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For Biden and Zelenskiy, U.S. visit highlights trust after friction

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2022-12-21T19:16:55Z

Ukranian President Volodymyr Zelenskiy’s meeting with U.S. President Joe Biden in Washington on Wednesday marks a high point in ties between Ukraine and its most important ally, putting the spotlight on a relationship strengthened by Russia’s invasion, but not without some friction along the way.

The visit, which is Zelenskiy’s first trip outside of Ukraine since the war started, will also underscore the trust between the two countries with a White House meeting, a visit to Congress and a focus on more weapons for Kyiv.

It’s a relationship that hasn’t been without irritation, despite the strong military and diplomatic support that the United States has given to Ukraine since Russia invaded its neighbor on Feb. 24.

“Friction is inevitable even between close allies in wartime,” said International Crisis Group U.N. Director Richard Gowan.

“The U.S. and UK had huge rows over how to fight the Second World War. So I don’t think we should necessarily let day-to-day friction obscure how much help the U.S. has given Ukraine,” Gowan said.

Tension between the leaders has been on display at several key moments over the past year.

Most recently Biden disputed Zelenskiy’s comment that missiles that landed in Poland last month were not of Ukrainian origin, bluntly telling reporters: “That’s not the evidence.”

And as the United States warned in January that Moscow was amassing tens of thousands of troops to invade, Zelenskiy accused Washington and the media of fuelling panic that weighed on the economy while there were “no tanks in the streets”.

A month later Russia invaded Ukraine.

Western powers have since stepped up to supply Ukraine with weapons and aid, taken in millions of refugees and inflicted severe sanctions on Russia. But Zelenskiy kept pushing for more, including a no-fly zone that was rejected in March by NATO.

“There was a NATO summit, a weak summit, a confused summit, a summit where it was clear that not everyone considers the battle for Europe’s freedom to be the number one goal,” Zelenskiy said at the time.

Then in June Zelenskiy praised NATO’s summit in Madrid, which paved the way for Finland and Sweden to join the alliance, but demanded more military support and an even tougher stance on Russia. “We need security guarantees, and you have to find a place for Ukraine in the common security space.”

NATO membership for Ukraine has been a long-running and contentious question. Zelenskiy has pressed for the military alliance to admit his country into the group. Ukraine has a promise from NATO dating from 2008, when Biden was vice president under Barack Obama, that it would eventually be given the opportunity to join.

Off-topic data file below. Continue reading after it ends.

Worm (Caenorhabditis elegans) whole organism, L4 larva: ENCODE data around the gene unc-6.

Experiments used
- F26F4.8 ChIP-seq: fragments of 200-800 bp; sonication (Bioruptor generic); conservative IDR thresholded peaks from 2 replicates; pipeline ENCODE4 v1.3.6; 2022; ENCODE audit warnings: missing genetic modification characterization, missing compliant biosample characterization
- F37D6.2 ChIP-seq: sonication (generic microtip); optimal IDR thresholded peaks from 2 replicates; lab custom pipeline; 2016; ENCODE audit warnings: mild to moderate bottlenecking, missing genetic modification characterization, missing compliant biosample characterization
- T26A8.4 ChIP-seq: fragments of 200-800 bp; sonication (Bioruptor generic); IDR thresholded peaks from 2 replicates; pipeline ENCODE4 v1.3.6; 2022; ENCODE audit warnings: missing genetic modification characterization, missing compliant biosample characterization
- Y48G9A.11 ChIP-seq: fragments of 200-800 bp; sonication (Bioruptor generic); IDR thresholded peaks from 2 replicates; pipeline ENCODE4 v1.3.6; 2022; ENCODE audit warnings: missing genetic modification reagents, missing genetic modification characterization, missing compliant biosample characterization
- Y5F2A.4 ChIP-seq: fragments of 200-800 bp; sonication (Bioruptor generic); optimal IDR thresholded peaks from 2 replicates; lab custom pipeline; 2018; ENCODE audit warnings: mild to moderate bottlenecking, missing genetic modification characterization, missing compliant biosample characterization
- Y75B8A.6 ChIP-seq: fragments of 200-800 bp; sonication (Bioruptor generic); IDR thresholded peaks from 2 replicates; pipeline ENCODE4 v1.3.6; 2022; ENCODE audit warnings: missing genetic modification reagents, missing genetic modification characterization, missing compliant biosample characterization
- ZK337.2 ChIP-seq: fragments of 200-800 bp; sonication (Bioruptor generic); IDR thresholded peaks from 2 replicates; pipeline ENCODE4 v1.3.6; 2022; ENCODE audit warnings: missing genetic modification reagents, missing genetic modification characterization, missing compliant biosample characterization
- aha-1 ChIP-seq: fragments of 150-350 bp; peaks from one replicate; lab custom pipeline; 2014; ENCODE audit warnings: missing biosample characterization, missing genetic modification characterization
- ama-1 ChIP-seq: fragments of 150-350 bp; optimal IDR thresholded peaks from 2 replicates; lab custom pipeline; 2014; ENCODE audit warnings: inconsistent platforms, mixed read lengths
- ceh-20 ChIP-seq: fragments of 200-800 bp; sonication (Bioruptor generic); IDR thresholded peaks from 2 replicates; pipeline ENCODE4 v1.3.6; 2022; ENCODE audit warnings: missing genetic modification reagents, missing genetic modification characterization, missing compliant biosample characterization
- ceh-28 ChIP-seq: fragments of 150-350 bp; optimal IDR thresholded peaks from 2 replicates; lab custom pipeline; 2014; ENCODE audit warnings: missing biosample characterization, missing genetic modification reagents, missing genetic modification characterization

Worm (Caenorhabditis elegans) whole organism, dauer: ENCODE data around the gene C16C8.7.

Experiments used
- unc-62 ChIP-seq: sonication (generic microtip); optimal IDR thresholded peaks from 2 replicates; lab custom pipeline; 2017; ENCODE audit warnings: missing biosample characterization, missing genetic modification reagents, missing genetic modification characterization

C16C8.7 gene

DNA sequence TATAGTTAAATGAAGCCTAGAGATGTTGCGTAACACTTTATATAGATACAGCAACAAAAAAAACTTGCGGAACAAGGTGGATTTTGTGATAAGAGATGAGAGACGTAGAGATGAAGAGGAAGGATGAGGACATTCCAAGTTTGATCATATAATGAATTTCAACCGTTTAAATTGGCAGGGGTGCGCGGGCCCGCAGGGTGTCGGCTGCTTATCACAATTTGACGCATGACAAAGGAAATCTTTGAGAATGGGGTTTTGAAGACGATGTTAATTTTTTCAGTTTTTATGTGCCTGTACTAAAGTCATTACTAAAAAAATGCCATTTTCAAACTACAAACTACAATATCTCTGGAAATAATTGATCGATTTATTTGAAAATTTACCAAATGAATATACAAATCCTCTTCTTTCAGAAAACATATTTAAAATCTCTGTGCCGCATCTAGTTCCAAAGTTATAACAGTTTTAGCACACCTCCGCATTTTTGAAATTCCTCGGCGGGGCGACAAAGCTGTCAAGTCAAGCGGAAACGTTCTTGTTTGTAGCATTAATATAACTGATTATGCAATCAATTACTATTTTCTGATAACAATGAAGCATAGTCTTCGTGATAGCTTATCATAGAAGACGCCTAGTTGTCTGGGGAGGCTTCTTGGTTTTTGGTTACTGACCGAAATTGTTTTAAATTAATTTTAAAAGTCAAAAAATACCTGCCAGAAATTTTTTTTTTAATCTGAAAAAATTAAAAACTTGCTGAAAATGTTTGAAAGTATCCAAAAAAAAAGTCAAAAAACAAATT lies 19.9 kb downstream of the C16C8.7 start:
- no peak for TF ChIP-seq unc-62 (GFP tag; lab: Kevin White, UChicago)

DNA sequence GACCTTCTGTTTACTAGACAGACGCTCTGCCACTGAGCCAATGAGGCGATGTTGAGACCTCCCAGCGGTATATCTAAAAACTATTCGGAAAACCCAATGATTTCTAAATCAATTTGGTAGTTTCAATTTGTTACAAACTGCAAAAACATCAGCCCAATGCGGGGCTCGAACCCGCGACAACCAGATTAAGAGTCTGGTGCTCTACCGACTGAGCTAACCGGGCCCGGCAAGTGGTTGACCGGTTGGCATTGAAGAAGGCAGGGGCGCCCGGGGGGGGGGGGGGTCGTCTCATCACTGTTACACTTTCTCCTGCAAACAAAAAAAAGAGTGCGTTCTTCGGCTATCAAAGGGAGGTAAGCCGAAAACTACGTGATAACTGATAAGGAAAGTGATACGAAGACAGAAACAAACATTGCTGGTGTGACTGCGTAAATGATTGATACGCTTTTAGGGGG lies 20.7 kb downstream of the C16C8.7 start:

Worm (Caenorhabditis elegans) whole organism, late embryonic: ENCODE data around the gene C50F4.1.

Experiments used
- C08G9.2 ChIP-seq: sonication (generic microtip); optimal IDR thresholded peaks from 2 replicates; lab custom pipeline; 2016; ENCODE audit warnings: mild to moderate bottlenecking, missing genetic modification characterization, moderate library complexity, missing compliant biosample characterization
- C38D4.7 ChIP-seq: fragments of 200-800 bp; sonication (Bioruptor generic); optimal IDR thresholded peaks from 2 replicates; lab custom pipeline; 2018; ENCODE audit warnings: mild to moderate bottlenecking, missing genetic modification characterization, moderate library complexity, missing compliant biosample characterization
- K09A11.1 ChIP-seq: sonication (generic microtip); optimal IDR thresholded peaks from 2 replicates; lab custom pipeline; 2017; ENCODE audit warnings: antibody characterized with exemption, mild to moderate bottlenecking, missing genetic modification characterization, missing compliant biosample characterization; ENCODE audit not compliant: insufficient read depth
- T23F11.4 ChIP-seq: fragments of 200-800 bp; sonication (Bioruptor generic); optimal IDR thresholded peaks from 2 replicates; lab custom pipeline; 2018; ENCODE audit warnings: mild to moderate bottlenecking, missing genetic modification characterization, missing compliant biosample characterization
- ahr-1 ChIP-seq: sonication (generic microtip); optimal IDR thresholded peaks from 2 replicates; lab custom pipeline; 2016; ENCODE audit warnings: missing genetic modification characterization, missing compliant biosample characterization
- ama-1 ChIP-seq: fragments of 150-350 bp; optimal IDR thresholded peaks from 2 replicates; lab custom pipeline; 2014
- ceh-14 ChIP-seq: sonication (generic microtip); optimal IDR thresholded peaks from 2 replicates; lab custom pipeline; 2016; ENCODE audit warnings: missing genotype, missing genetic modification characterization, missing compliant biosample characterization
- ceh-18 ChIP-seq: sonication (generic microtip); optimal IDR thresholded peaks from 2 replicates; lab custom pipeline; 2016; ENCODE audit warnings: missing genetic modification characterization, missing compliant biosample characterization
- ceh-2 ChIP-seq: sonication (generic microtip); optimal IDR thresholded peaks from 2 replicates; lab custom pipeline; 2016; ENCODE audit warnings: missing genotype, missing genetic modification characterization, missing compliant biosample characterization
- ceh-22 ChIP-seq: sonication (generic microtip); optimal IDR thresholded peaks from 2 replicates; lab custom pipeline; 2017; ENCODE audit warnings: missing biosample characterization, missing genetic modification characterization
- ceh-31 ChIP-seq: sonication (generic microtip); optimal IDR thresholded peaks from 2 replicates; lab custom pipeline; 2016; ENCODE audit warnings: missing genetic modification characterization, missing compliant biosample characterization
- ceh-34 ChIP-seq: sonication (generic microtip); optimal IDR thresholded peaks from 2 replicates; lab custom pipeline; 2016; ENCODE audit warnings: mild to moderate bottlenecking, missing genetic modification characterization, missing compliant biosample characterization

The alliance has yet to move forward on Ukraine’s application, however. In November, NATO reaffirmed that 2008 decision, but again provided no specific steps or timetable.

The United States has provided Ukraine with $19.3 billion in military help during the war. Biden will on Wednesday announce nearly $2 billion in further military aid, including a Patriot missile battery – one of the most advanced U.S. air defense systems and one that is usually in short supply with allies around the world vying for it.

Zelenskiy wants more, but has also shown his gratitude for what Ukraine has already received from Washington.

His political adviser Mykhailo Podolyak said Zelenskiy’s visit to the United States provided an opportunity to explain the real situation in Ukraine, what weapons Kyiv needs to fight Russia – specifically armored vehicles, the latest missile defense systems and long-range missiles – and why it needs them.

Beyond this, the visit underlines a belief that both Biden and Zelenskiy hold – that the United States remains the leader of the free world, said Daniel Fried, former U.S. ambassador to Poland and a fellow at the Atlantic Council.

“He didn’t go to Berlin, Brussels, London or Paris,” said Fried. “Of course he’s pushing for more aid, of course he’s pushing for more weapons and of course he sometimes rubbed the Biden administration the wrong way by pushing hard.”

But he added that Zelenskiy knows that “America makes the difference.”

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U.S. President Joe Biden welcomes Ukraine’s President Volodymyr Zelenskiy on the South Lawn at the White House in Washington, U.S., December 21, 2022. REUTERS/Kevin Lamarque

U.S. President Joe Biden and first lady Jill Biden welcome Ukraine’s President Volodymyr Zelenskiy on the South Lawn at the White House in Washington, U.S., December 21, 2022. REUTERS/Kevin Lamarque

U.S. President Joe Biden and first lady Jill Biden welcome Ukraine’s President Volodymyr Zelenskiy on the South Lawn at the White House in Washington, U.S., December 21, 2022. REUTERS/Leah Millis

Ukraine’s President Volodymyr Zelenskiy arrives at the White House in Washington, U.S., December 21, 2022. REUTERS/Leah Millis

Ukraine’s President Volodymyr Zelenskiy speaks with U.S. President Joe Biden via phone, as Russia’s attack on Ukraine continues, in Kyiv, Ukraine December 11, 2022. Ukrainian Presidential Press Service/Handout via REUTERS
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